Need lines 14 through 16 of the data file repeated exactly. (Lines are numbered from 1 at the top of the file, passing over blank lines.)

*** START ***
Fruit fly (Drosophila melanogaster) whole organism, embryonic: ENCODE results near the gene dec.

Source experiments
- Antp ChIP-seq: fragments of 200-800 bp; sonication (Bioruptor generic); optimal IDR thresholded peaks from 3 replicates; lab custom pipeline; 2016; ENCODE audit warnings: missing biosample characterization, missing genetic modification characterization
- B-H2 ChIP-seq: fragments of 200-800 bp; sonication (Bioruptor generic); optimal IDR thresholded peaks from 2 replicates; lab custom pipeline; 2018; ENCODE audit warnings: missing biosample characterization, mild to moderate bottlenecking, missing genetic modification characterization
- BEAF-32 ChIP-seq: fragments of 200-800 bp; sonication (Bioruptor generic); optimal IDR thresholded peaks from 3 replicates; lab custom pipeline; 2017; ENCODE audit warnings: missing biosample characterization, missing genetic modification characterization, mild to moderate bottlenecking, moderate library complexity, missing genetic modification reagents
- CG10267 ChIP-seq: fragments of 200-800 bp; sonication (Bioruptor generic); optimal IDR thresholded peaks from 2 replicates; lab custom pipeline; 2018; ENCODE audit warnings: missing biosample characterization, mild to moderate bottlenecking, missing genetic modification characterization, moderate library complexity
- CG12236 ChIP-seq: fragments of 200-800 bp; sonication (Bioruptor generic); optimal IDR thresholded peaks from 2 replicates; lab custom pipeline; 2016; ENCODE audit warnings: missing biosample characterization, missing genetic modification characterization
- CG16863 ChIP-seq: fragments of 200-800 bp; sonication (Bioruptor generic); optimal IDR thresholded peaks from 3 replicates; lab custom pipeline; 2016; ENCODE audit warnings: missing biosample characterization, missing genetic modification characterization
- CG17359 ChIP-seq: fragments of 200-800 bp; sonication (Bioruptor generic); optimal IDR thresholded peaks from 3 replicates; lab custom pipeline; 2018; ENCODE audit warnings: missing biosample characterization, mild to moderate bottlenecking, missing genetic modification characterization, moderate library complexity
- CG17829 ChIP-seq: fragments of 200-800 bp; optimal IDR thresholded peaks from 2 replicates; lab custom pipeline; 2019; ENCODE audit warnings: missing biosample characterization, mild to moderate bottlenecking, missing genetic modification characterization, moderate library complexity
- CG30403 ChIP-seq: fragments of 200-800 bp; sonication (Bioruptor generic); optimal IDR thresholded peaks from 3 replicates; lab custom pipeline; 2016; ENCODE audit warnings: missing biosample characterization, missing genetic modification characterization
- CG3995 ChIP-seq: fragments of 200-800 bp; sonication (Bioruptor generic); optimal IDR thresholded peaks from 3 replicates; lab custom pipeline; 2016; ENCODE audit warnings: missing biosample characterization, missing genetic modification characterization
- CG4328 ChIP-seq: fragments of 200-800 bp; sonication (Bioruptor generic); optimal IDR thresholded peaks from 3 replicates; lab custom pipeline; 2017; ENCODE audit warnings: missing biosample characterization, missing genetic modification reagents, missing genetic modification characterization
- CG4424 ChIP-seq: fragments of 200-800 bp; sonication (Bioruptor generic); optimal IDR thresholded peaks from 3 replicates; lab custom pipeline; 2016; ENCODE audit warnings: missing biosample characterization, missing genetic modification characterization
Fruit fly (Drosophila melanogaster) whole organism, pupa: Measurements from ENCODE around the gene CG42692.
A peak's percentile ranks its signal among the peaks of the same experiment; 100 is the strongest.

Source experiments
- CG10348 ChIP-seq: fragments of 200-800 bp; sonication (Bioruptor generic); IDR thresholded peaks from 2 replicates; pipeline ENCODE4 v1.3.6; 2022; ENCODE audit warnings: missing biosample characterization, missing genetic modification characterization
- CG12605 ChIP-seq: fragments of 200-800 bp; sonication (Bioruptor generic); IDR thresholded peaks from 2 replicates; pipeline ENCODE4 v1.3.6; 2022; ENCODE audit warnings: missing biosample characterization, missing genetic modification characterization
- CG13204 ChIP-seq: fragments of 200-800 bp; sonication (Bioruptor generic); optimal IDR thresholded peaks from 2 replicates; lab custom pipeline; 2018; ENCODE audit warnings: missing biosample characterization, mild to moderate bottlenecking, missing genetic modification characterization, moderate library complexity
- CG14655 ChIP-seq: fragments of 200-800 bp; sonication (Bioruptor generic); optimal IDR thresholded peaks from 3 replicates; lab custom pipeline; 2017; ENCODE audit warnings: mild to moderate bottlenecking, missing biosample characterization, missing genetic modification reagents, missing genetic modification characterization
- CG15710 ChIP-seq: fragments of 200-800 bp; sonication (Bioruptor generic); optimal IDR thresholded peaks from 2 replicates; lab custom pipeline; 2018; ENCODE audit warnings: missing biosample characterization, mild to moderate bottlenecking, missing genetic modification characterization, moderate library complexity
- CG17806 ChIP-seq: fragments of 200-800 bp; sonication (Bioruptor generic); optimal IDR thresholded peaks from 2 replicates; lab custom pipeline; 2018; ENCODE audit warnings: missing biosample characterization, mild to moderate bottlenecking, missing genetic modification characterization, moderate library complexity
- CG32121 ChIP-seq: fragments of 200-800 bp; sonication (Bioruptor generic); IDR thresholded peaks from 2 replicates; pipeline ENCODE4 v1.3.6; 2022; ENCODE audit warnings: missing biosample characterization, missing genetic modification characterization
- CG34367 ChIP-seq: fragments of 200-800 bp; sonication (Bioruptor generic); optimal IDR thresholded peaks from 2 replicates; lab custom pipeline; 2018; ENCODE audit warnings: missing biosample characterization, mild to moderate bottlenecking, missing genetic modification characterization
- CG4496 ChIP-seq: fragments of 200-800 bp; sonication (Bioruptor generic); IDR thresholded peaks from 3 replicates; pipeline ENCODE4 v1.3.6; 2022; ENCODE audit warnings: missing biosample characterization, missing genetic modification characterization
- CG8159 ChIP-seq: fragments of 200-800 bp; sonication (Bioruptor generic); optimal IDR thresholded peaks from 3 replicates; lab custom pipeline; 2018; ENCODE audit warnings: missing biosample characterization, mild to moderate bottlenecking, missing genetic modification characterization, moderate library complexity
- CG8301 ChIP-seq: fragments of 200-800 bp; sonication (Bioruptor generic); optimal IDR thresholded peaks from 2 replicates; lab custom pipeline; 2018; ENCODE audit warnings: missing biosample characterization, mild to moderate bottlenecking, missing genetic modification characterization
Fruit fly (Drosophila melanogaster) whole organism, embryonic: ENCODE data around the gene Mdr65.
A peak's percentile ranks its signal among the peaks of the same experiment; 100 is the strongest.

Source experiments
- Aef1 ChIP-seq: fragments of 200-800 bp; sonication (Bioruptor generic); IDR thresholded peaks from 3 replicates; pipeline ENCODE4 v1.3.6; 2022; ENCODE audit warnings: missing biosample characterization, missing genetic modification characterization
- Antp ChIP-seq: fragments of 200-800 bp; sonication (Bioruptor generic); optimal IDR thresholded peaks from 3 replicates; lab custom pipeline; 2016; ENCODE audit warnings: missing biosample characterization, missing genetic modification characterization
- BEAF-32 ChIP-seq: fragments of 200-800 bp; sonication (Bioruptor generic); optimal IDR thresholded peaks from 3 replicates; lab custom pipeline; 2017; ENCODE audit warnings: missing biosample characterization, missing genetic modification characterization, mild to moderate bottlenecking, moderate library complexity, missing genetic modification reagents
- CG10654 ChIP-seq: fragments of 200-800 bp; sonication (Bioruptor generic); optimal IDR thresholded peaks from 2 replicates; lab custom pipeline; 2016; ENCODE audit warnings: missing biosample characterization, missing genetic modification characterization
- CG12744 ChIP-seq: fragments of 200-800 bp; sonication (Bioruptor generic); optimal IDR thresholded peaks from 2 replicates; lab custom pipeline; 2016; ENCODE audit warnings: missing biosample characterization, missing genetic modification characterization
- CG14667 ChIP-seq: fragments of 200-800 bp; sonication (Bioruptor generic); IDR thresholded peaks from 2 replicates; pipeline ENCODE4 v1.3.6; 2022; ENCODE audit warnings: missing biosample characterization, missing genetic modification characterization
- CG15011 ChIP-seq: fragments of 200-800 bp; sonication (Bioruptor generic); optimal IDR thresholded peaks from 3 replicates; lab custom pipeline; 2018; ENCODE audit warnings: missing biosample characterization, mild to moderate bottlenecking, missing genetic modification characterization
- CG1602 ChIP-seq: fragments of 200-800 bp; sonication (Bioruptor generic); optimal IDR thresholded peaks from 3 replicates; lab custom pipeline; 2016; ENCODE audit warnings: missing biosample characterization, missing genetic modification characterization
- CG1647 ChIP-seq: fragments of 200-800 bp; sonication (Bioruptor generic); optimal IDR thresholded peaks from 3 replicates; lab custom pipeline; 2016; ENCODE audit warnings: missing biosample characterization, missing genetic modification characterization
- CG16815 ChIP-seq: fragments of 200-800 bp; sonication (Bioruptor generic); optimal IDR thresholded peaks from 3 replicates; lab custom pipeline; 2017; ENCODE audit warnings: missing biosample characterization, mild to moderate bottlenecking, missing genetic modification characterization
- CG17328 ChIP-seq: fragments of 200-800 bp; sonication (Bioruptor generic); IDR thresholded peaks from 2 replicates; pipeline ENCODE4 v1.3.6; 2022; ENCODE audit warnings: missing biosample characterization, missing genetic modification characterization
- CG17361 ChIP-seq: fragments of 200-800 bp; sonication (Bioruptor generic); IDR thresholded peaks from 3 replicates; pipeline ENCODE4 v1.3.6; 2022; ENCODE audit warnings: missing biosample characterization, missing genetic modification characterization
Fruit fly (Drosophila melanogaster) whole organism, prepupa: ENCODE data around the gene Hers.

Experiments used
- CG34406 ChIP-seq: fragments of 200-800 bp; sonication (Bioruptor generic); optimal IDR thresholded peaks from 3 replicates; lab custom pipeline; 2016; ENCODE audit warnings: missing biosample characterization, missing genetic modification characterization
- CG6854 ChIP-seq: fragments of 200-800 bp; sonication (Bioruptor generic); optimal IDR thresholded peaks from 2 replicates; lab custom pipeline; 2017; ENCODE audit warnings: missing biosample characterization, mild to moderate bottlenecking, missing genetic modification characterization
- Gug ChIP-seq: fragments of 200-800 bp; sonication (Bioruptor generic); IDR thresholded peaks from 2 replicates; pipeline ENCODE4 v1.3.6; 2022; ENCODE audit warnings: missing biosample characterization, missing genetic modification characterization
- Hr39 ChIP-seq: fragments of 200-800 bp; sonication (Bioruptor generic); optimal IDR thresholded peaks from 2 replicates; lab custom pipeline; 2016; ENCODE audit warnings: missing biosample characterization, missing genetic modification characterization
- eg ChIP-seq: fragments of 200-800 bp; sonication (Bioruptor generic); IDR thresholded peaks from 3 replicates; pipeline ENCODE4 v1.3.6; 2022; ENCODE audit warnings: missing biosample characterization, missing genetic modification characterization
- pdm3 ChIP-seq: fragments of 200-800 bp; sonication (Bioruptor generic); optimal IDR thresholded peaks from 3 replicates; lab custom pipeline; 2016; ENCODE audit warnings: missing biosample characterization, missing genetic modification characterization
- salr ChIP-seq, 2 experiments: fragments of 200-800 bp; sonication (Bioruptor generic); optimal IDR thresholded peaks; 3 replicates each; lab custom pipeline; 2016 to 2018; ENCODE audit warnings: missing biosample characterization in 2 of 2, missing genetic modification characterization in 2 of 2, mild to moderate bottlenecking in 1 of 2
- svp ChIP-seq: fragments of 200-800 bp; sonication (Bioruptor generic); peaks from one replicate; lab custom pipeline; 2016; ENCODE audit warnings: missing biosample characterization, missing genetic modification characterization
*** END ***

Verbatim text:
- CG4424 ChIP-seq: fragments of 200-800 bp; sonication (Bioruptor generic); optimal IDR thresholded peaks from 3 replicates; lab custom pipeline; 2016; ENCODE audit warnings: missing biosample characterization, missing genetic modification characterization
Fruit fly (Drosophila melanogaster) whole organism, pupa: Measurements from ENCODE around the gene CG42692.
A peak's percentile ranks its signal among the peaks of the same experiment; 100 is the strongest.